Like I said, 2002 wasn't a banner year. How would you feel if you ranked 11 point guards ahead of, gulp, Deron Williams? Raymond Felton was the top dog at the point that year and a then 6-foot-1, 185-pound Williams was recruited to Illinois by Billy Gillispie. In that same recruiting class, rated 33 spots ahead of Williams was Dee Brown, his backcourt mate. I saw Williams play during his rookie season with the Utah Jazz and waited for him after the game. He was cool with me and always has been, but his mother Wendy asked me that night how I felt about his ranking now. She reminded me he was No. 56 overall.

Problem in Houston
Believe me, there are a lot of misses to pick from without trolling message boards for reminders. I whiffed on Emeka Okafor by ranking him in the bottom end of top 100. Okafor led the city of Houston in rebounding at 18 per game as a senior. I've since learned via Okafor, Blair and Paul Milsap that elite rebounding translates to college and beyond.

Others of note
For a variety of reasons, I flat-out whiffed on some college All-Americans. JaVale McGee, I rated him mid-major, and not even a good one. Ditto for Wesley Johnson, who played on the second team for the Dallas Mustangs. My apologies to Jordan Taylor, Wisconsin's All-American point guard. He was given a mid-major-plus tag and left out of the top 100. I graded Taylor out higher than Nick Fazekas, another All-American, and Jimmer Fredette. In my infinite wisdom, I rated two guys higher than Fredettte on his own AAU team.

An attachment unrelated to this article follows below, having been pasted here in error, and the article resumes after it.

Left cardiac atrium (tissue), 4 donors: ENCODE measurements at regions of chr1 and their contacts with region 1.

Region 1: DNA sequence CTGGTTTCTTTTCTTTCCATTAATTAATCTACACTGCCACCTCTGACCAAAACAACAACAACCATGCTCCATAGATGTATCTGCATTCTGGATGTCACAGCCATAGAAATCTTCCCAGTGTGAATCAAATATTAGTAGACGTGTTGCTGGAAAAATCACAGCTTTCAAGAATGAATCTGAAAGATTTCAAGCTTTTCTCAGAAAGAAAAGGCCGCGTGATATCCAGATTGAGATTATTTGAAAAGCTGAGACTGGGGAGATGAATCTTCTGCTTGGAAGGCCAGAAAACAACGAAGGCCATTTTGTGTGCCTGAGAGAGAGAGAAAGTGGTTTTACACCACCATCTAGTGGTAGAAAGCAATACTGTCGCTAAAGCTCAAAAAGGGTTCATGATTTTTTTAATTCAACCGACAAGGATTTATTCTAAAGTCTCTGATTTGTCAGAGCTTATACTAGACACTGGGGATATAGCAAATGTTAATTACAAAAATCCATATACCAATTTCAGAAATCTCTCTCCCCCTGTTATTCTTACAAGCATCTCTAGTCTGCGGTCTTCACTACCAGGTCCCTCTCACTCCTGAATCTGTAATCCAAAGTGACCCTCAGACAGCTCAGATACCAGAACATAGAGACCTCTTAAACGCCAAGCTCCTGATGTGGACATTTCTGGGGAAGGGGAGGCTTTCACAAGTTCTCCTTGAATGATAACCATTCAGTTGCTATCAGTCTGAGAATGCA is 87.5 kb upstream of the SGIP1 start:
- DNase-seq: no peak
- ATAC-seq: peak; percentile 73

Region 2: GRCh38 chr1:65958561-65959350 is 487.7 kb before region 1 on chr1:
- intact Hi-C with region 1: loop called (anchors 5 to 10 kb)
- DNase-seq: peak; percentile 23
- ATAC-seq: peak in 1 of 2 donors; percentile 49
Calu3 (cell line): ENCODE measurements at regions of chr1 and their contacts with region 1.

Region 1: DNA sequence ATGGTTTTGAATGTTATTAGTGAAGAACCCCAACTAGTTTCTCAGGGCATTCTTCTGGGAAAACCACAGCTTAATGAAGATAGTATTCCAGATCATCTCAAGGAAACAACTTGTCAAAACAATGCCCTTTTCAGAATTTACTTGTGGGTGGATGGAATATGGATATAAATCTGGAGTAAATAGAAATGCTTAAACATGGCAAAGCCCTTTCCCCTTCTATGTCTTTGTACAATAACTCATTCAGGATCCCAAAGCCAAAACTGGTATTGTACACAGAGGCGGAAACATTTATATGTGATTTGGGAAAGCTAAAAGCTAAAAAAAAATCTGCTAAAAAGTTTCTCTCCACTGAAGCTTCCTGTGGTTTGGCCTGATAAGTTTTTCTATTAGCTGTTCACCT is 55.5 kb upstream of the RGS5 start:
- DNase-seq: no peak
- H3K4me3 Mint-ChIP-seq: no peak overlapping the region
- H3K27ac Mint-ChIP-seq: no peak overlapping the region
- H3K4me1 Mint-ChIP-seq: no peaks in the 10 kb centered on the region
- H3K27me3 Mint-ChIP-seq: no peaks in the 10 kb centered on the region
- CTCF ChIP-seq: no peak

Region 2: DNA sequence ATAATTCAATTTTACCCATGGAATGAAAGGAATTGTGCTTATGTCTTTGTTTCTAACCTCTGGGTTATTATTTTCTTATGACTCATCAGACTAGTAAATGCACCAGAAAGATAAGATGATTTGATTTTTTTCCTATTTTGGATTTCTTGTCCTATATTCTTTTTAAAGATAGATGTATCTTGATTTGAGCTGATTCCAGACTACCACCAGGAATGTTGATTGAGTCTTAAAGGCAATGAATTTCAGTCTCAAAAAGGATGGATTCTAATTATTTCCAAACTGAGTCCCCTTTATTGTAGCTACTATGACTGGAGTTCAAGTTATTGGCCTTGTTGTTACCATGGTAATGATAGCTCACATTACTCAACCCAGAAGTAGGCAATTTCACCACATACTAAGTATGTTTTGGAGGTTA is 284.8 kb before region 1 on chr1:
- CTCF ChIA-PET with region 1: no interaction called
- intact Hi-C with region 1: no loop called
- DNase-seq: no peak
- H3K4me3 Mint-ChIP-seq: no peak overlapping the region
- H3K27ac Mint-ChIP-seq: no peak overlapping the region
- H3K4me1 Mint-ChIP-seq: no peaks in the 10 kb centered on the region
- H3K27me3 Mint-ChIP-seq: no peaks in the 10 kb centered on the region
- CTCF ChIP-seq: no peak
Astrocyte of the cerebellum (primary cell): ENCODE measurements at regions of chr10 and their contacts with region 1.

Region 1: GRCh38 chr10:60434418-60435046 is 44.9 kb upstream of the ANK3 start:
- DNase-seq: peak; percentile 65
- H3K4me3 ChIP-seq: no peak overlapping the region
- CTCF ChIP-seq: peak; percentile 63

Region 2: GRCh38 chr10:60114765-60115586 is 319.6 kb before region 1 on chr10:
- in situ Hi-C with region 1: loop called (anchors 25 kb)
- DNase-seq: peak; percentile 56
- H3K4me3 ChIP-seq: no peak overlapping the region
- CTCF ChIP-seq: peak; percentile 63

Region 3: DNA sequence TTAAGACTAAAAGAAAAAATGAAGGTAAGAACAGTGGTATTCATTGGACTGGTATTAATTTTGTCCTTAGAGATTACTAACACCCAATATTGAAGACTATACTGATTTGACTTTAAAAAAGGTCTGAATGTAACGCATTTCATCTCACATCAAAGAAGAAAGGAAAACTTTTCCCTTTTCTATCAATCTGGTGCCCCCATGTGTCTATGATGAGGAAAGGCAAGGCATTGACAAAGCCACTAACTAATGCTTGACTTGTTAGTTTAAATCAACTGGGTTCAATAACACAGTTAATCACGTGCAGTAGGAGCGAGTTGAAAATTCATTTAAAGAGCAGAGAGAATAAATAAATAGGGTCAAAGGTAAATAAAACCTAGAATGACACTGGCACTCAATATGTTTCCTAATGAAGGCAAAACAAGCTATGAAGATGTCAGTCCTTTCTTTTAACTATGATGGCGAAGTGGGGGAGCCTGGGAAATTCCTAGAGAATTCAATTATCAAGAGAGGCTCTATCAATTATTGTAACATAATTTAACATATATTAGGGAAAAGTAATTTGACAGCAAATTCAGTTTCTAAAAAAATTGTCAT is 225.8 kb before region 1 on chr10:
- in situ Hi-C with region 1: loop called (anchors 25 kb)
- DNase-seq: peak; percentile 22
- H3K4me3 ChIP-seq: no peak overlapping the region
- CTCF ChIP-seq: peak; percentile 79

Raise your hand if you saw Eric Maynor's final high school game. I did and still rated him a mid-major player. I remember telling Jeff Capel as much on my ride home.

Regrets ... I have a few

Call me chicken
I first began really evaluating my rankings because of Adam Morrison (Gonzaga) and Tyrus Thomas (LSU). Those two guys drove me over the edge. Recruiting analysts are graded by what their top 100 looks like and neither one made mine -- despite receiving high-major grades. Before his senior season, in a remote gym in Las Vegas, I watched Morrison dump 40 points on a team of "paying campers." The guys guarding Morrison would have been better served guarding the water cooler than trying to stop the then 6-5 Morrison. I walked out of that gym liking Morrison and toyed with putting him in the top 100. I regretfully remember like it was yesterday that he was one of my final cuts.